Catch it before it grows. Whether they're on equipment, bridges or pipelines, even the tiniest of cracks can fast lead to catastrophic failures. Damage developing in a material can be difficult to see until something breaks or fails. A new polymer damage indication system automatically highlights areas that are cracked, scratched or stressed, allowing engineers to address problem areas before they become more problematic.
Scientists at the Beckman Institute for Advanced Science and Technology at the University of Illinois have created a new polymer coating that can be applied to a wide variety of structural materials. When those materials crack – even a little – the polymer changes color to let inspectors know that something's up.
Professors Nancy Sottos and Scott White created the polymer coating that contains epoxy resin microcapsules filled with a light-yellow pH-sensitive dye. As long as no damage occurs, those capsules remain intact. However, should a crack form (as small as 10 micrometers in width), the capsules in that area burst and release the dye. That dye chemically reacts with the epoxy, changing from yellow to bright red in color. The larger the crack, the greater the amount of dye reacts, and the more pronounced the color-change.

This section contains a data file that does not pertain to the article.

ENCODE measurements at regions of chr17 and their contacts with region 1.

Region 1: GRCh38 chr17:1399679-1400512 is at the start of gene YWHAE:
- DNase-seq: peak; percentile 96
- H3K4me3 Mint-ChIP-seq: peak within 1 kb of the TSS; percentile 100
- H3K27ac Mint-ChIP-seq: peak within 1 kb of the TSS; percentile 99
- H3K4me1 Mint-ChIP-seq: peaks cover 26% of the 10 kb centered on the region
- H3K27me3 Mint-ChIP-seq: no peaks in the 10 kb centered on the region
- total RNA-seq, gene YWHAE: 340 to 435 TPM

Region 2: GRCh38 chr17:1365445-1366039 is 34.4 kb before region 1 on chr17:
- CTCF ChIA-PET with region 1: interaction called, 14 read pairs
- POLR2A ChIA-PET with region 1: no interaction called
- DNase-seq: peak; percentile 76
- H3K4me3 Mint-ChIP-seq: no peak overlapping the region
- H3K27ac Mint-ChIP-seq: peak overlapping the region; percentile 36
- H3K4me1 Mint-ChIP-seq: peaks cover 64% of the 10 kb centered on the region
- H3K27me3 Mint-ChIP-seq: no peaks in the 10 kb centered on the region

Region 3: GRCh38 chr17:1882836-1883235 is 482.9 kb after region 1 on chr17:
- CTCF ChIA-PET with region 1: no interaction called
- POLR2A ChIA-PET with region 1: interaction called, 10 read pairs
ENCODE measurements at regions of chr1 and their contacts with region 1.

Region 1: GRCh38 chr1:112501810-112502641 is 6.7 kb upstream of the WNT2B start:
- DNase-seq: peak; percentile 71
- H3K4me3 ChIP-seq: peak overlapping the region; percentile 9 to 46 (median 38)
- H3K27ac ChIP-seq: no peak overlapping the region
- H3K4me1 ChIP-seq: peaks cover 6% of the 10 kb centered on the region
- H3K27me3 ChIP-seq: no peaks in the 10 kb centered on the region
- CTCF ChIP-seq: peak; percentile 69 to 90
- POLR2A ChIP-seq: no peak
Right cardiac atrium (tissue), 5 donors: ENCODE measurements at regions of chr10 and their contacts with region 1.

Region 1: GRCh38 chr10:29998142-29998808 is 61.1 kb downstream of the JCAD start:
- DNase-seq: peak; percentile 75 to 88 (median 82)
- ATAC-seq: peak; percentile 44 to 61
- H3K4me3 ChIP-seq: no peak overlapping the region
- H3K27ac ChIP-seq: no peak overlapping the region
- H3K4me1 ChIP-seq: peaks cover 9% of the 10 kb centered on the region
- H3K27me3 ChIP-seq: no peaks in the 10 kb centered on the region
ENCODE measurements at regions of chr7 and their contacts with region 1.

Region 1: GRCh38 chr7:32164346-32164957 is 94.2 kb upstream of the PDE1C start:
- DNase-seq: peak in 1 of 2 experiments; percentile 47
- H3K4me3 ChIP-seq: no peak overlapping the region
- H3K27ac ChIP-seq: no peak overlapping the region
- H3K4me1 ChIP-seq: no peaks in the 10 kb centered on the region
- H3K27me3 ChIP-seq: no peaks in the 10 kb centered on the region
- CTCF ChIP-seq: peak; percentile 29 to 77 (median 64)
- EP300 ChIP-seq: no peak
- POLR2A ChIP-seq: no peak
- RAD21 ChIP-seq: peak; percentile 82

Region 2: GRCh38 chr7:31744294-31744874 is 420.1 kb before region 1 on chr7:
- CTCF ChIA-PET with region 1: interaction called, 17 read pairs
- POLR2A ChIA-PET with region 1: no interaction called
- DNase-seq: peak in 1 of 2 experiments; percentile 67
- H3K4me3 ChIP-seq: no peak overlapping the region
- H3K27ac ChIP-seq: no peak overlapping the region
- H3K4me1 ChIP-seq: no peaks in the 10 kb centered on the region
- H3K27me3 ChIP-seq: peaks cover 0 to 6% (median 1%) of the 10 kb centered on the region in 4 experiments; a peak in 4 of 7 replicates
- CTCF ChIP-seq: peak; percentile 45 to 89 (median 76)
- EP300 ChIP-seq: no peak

"Detecting damage before significant corrosion or other problems can occur provides increased safety and reliability for coated structures and composites,” White said.
According to the researchers, the polymer has been successfully tested on materials including metal, glass and other polymers. It's also reasonably inexpensive, as it only needs to be composed of five percent microcapsules in order to work effectively.
The damage indication system worked well for a variety of polymer materials that can be applied to coat different substrates including metals, polymers and glasses. The system has long-term stability – no microcapsule leaking to produce false positives, and no color fading.
White and Sottos are exploring further applications for the indicator system, such as applying it to fiber-reinforced composites.